Reverend Announces the Mike Watt Signature Model Wattplower

A 30” scale bass with a smaller body that echoes a short-scale vintage model.

Toledo, OH (January 19, 2017) -- It all started for Mike Watt in San Pedro, California. That’s where he met D. Boon and George Hurley – who would later form The Minutemen – a band that would inspire legions. Watt went on to form fIREHOSE and to play bass for punk royalty, The Stooges, as well as hundreds of solo projects with musicians around the world. He has collaborated with everyone from Henry Rollins and Eddie Vedder to Blue Oyster Cult’s Richard Meltzer to Kelly Clarkson. He wrote a rock opera based on the works of painter Hieronymus Bosch, and he hosts an internet radio show called “The Watt from Pedro Show.” It’s no wonder that he’s Bass Player Magazine’s Lifetime Achievement Award Winner and that CMJ Music called him a “seminal post-punk bass player.”

The Reverend Mike Watt Signature Wattplower is the result of a four-year exploratory between Watt and Reverend to produce a bass guitar with the perfect balance of sonic explosiveness, supreme playability, and ultimately looks uniquely Watt.

The Reverend Mike Watt Signature Model Wattplower is a 30” scale bass with a smaller body that echo the short scale vintage basses that Watt gravitated towards. He was always modifying the vintage basses, so Joe Naylor built the Wattplower with all of his favorite mods on board, some of which are: an adjustable Hipshot A Style bridge, a brass bridge spacer for sustain and balance, and a front mounted output jack with an oversized, heavy-duty jackplate. On the fretboard, there are extra dots at the fifth and twelfth frets for increased positional visibility, with an anchor inlay at the first fret and “wattplower” at the seventeenth. Luminlay dots are on the side of the neck that glow in the dark to help with excellent visibility on poorly lit stages. All of that comes in Satin Powder Yellow or Satin Emerald Green – all very Watt.

You can’t be different if you’re playing what everyone else is. Visit www.reverendguitars.com to start your journey towards being an individual.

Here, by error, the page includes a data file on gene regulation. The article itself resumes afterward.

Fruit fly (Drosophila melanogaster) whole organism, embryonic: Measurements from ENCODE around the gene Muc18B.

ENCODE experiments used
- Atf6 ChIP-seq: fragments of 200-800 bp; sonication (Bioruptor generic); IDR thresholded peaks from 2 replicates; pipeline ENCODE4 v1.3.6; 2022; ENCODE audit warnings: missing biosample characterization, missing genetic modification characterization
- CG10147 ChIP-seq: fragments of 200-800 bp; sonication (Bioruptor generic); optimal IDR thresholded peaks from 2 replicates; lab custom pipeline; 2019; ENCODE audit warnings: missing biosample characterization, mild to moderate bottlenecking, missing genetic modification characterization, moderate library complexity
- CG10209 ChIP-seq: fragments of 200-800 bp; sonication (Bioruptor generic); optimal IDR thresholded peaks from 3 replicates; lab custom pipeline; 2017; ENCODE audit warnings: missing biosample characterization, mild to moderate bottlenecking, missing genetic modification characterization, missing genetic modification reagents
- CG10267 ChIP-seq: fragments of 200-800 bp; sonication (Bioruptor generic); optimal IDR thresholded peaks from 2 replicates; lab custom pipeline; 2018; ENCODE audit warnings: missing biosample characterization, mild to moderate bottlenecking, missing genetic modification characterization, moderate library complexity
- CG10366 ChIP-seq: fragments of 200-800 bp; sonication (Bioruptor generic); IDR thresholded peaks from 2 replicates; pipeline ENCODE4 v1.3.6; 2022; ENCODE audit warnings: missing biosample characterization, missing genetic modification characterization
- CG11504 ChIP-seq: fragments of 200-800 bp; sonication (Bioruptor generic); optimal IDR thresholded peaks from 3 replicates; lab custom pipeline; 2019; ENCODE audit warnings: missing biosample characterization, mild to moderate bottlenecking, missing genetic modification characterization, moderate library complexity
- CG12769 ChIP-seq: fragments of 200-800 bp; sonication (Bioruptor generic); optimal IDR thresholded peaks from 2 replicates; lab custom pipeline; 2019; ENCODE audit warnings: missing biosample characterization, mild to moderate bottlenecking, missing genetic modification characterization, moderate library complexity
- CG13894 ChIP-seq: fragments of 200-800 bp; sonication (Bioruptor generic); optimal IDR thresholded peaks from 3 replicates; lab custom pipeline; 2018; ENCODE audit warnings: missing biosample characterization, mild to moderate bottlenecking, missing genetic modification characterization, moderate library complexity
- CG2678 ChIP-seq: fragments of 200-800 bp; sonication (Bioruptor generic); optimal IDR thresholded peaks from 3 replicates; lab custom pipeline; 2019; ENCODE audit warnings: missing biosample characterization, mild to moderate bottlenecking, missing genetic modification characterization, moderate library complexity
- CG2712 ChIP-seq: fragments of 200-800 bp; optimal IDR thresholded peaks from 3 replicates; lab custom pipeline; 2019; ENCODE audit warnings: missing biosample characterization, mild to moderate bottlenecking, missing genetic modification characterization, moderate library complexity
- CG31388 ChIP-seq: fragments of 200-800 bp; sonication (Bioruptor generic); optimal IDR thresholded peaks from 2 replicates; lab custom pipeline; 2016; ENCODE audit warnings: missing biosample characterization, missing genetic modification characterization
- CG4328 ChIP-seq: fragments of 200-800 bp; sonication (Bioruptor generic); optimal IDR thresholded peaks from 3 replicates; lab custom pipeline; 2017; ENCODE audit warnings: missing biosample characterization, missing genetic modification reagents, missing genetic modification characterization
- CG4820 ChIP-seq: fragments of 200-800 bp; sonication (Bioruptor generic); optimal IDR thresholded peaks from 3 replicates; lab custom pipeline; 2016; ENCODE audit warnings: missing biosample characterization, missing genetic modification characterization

For more information:
Reverend Guitars

A lot of you have been waiting for this penultimate step of our guitar aging project, so let’s do some damage!

Welcome back to Mod Garage. Today we’ll continue to work on our aging project, and some of you might be wondering why there was such a long break. The reason is simple: suboptimal timing from my side. The last part of this column was in the middle of autumn, and I wanted you to do the following steps outside (if possible) and not on the kitchen table. Wintertime is not the best time for such a challenge but now is a good starting point, so let’s go!

Read MoreShow less

See a sampling of picks used by famous guitarists over the years.

Marty Stuart

Submit your own artist pick collections to rebecca@premierguitar.com for inclusion in a future gallery.

Luthier Dave Helmer shows you how to cure buzzy strings, bad intonation, gnarly frets, high action, and other common troubles with off-the-shelf axes.

Guitars are the best. We love them. It’s fun to fall in love with a guitar at a store, buy it, and proudly bring it home. But we’ve all been there … where after a month that new guitar is just not playing as good as it was before. As guitar players, we know what feels good and what feels bad when it comes to playability. Maybe you have setup preferences that you like on all your guitars, or maybe you want to experiment with changes to your setup?

Read MoreShow less
x